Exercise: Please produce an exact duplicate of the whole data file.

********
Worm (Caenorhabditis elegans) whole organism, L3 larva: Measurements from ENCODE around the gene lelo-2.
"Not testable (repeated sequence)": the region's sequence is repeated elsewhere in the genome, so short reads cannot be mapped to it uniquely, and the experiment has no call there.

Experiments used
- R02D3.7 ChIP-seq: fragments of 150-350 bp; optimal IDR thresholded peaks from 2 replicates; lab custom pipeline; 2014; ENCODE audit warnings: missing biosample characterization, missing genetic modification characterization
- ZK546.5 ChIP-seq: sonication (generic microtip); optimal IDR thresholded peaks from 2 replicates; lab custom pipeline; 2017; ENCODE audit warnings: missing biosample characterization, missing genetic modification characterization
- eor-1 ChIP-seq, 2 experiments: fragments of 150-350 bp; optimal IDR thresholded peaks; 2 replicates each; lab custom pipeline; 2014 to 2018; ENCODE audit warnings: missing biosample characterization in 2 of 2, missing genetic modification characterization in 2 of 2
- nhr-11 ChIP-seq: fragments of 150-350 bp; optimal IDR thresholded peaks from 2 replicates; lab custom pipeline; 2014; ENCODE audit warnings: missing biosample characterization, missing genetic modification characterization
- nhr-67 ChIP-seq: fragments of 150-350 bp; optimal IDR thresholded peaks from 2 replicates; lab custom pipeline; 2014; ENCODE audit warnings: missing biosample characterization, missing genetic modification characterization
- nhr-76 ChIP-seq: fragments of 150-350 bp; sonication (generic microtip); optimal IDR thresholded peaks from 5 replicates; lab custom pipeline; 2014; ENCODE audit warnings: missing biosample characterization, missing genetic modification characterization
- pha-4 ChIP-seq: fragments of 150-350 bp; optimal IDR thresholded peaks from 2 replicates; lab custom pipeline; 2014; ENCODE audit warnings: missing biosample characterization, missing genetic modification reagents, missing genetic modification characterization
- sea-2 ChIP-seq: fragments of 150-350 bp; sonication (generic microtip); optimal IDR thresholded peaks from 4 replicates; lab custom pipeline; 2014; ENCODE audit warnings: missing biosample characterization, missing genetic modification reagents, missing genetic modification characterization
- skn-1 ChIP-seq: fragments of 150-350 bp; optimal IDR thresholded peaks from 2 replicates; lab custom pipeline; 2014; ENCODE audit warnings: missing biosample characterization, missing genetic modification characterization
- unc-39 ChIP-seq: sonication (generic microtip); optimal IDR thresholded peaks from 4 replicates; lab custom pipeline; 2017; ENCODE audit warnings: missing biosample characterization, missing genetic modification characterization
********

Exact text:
Worm (Caenorhabditis elegans) whole organism, L3 larva: Measurements from ENCODE around the gene lelo-2.
"Not testable (repeated sequence)": the region's sequence is repeated elsewhere in the genome, so short reads cannot be mapped to it uniquely, and the experiment has no call there.

Experiments used
- R02D3.7 ChIP-seq: fragments of 150-350 bp; optimal IDR thresholded peaks from 2 replicates; lab custom pipeline; 2014; ENCODE audit warnings: missing biosample characterization, missing genetic modification characterization
- ZK546.5 ChIP-seq: sonication (generic microtip); optimal IDR thresholded peaks from 2 replicates; lab custom pipeline; 2017; ENCODE audit warnings: missing biosample characterization, missing genetic modification characterization
- eor-1 ChIP-seq, 2 experiments: fragments of 150-350 bp; optimal IDR thresholded peaks; 2 replicates each; lab custom pipeline; 2014 to 2018; ENCODE audit warnings: missing biosample characterization in 2 of 2, missing genetic modification characterization in 2 of 2
- nhr-11 ChIP-seq: fragments of 150-350 bp; optimal IDR thresholded peaks from 2 replicates; lab custom pipeline; 2014; ENCODE audit warnings: missing biosample characterization, missing genetic modification characterization
- nhr-67 ChIP-seq: fragments of 150-350 bp; optimal IDR thresholded peaks from 2 replicates; lab custom pipeline; 2014; ENCODE audit warnings: missing biosample characterization, missing genetic modification characterization
- nhr-76 ChIP-seq: fragments of 150-350 bp; sonication (generic microtip); optimal IDR thresholded peaks from 5 replicates; lab custom pipeline; 2014; ENCODE audit warnings: missing biosample characterization, missing genetic modification characterization
- pha-4 ChIP-seq: fragments of 150-350 bp; optimal IDR thresholded peaks from 2 replicates; lab custom pipeline; 2014; ENCODE audit warnings: missing biosample characterization, missing genetic modification reagents, missing genetic modification characterization
- sea-2 ChIP-seq: fragments of 150-350 bp; sonication (generic microtip); optimal IDR thresholded peaks from 4 replicates; lab custom pipeline; 2014; ENCODE audit warnings: missing biosample characterization, missing genetic modification reagents, missing genetic modification characterization
- skn-1 ChIP-seq: fragments of 150-350 bp; optimal IDR thresholded peaks from 2 replicates; lab custom pipeline; 2014; ENCODE audit warnings: missing biosample characterization, missing genetic modification characterization
- unc-39 ChIP-seq: sonication (generic microtip); optimal IDR thresholded peaks from 4 replicates; lab custom pipeline; 2017; ENCODE audit warnings: missing biosample characterization, missing genetic modification characterization